Figuring out what to write about not being able to have a second child is hard. It’s more of a coffee shop conversation thing than a blog post, you know? There’s so much on the interwebs about infertility, but I don’t know a single woman who doesn’t find it hard to talk about. It’s just so raw.

On top of that, I’ve already been blessed with one child, which may make it hard for others to understand why it’s a big deal or, worse, wound someone who is struggling to have their first child. So there’s that. It’s a complicated topic.

So hello, draft number 7? 8? I’ve tried to write on this topic. I already wonder if you’ll see the light of day. Starting paragraph 3 by personifying you is not a promising start…

But I did want to write because I know this holiday, like so many others, is hard for those who have experienced loss. Whether the loss of a dream (like me), the loss of your own mother or the loss of children, holidays have a way of reminding you who *isn’t* there.

In previous years, I’ve tried to cling to the people I do have, my own wonderful mother is still alive and able to talk on the phone with me about her next visit and my incredible son is here to cover me with snuggles and love. There is tremendous joy in those things and I am so so deeply grateful.

But at the end of the night, after the phone calls are made and the last kiss has been given, I sit down and see photo after photo of friends my age who have completed their 2-3 child family in the time since we’ve had Caleb, and suddenly that comfort feels a little hollow.

I’ve noticed in these days leading up to Mother’s Day this year that I feel different. We’ve now not only walked through 2+ years of preventing having another child due to my chronic pain, but seeing God answer the prayer, “Lord, if, and only if, it is good, grant us another child.” with, “No, it is not good.” for nearly a year. As the months pass, I find myself trusting that my Heavenly Father truly does know what is *good* in a deeper way than ever before.

Not because I can list out a bunch of earthly reasons that I can see (though I can see a few) but because He did not spare his own Son for me, while I was yet His enemy. He’s already loved me, already given me the gift I most needed- Himself. I can trust that when I ask for bread, he does not give me a stone.

Don’t get me wrong, I still cry over what isn’t almost every month. I journal and pray and pin sad art prints on pinterest (on a private board). But I feel sure in these times that God does indeed keep track of all my sorrows and hold all my tears in a bottle, numbered. I know that no pain, no infertility has come into my life that has not passed through his inspecting, loving, fatherly gaze and I am truly able to say, this Mother’s Day,

“Great is Thy faithfulness, O God my Father;
There is no shadow of turning with Thee,
Thou changest not, Thy compassions they fail not,
As Thou hast been,Thou forever wilt be.

Great is Thy faithfulness!
Great is Thy faithfulness!
Morning by morning new mercies I see
All I have needed Thy hand hath provided
Great is Thy faithfulness, Lord unto me!”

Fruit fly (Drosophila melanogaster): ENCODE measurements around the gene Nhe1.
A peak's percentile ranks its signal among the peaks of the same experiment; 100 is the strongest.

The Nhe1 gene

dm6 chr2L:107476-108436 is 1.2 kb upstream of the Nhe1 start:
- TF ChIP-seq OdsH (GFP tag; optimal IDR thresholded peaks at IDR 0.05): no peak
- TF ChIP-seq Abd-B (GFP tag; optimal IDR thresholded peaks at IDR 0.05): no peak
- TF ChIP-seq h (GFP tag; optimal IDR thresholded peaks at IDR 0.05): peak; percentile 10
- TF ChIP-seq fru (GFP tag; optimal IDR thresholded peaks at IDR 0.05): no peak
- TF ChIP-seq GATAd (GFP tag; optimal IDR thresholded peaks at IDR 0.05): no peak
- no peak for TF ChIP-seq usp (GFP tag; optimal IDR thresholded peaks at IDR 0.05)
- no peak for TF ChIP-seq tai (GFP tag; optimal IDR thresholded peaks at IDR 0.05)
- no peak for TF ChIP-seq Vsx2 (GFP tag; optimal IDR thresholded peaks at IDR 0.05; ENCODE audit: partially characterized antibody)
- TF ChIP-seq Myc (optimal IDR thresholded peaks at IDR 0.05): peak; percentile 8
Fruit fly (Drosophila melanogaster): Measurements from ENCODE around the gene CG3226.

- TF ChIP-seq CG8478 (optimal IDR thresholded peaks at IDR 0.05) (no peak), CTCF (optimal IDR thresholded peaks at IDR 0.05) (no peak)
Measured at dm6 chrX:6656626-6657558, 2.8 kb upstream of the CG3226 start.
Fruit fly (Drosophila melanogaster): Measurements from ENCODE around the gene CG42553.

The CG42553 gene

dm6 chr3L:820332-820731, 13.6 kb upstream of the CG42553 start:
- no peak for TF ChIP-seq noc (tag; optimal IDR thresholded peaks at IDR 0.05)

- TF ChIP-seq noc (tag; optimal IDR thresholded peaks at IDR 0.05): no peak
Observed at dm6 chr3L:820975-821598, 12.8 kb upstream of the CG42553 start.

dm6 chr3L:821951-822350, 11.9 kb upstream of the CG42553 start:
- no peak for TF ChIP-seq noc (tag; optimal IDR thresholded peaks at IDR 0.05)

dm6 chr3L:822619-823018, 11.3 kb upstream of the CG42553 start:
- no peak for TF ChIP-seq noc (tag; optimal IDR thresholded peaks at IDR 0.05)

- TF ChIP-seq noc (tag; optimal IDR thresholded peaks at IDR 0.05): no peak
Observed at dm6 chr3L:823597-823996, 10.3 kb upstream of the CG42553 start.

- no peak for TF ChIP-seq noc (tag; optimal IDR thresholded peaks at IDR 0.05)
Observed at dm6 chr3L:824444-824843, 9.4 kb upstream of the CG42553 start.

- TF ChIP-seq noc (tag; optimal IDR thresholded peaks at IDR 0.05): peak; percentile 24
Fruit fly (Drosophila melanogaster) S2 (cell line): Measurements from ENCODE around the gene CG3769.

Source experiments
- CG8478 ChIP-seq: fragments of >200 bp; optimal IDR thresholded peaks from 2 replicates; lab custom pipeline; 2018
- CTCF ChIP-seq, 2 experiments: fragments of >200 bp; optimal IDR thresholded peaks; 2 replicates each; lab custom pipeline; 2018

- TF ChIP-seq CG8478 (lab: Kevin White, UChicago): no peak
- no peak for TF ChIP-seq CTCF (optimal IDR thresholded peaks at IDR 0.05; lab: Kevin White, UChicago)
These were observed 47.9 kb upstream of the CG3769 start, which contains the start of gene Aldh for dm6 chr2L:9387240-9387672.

March 2014

This month was full of lots of fun mini-milestones that make my mommy-heart smile. Caleb learned to spit in the sink (and *only* in the sink…) and graduated to big boy toothpaste, he got his first letter in the mail from a friend his age after missing a day of pre-k because of croup, knows most of his letters/letter sounds and learned how to button his own buttons! He was beaming with pride when he showed me how he can button himself up, just like Daddy :) It’s hard to believe that this month last year he was taking his first nap in a big boy bed and just beginning to potty train. It’s been a big year!


I was even prouder of a different milestone this month, which happened during a visit from our dear friends. They also have a 3 year old son, who remembered (and loved) Caleb’s big stuffed giraffe from his last visit here. He asked to sleep with it. Although Caleb is generally good at not being overly possessive of his toys, giraffe has become a special buddy since their last visit, and not something I would feel comfortable forcing him to share, but I did want to give him the opportunity. After explaining how special it would be to his friend, Caleb brought him the giraffe himself! Elias was delighted and I don’t think I’ve ever been prouder.


Winter held on through most of the month, but we did have a few warmish days. We used one of them to take a family walk through the neighborhood. Caleb asked to ride his bike, which, if you’ve seen the hills in our neighborhood, you know is a big request for a little person to make. David carried his bike past the hill of doom we live on to a side road where it would be safe for him to ride and Caleb rode his bike on the road for the first time. He was so happy and proud. He loved riding and looking at the rivers of melting snow trickling down the hills. After our walk we came home and made popcorn and hot cocoa, one of our favorite winter treats. It was one of those days that was perfect for a million wonderful, small reasons and will probably still be etched in my mind when I’m a little old lady :)